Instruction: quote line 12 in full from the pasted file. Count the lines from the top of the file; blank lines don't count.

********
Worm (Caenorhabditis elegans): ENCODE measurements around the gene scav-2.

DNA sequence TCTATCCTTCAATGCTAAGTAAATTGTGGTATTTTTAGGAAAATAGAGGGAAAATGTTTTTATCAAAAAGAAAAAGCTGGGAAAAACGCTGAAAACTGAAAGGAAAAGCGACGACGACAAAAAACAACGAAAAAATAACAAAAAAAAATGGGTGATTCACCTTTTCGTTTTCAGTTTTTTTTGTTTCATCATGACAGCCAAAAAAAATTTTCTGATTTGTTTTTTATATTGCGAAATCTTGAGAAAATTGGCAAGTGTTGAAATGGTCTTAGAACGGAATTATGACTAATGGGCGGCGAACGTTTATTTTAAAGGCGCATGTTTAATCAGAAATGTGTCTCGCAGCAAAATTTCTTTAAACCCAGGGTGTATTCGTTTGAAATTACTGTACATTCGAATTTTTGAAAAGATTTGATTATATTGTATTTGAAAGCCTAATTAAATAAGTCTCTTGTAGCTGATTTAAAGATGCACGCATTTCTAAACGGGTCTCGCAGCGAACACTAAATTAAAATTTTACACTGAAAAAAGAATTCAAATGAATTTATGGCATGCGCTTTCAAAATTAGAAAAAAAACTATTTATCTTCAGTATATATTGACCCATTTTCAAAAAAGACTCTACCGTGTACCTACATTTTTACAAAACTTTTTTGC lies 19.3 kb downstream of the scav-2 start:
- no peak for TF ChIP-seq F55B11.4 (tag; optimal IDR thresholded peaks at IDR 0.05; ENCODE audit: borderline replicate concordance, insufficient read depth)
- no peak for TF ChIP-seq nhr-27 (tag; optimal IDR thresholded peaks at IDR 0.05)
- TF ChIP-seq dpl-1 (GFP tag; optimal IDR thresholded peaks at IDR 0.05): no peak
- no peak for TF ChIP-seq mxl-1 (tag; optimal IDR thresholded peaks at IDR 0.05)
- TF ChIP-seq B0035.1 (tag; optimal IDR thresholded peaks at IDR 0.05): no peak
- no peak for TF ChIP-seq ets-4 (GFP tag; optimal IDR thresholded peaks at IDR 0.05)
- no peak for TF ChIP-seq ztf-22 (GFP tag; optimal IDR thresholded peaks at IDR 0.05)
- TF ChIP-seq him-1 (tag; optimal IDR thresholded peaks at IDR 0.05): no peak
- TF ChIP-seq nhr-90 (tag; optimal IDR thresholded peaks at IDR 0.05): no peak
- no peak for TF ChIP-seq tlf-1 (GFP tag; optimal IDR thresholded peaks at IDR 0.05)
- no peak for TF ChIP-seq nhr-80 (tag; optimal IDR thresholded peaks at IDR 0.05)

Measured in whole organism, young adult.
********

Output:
- no peak for TF ChIP-seq tlf-1 (GFP tag; optimal IDR thresholded peaks at IDR 0.05)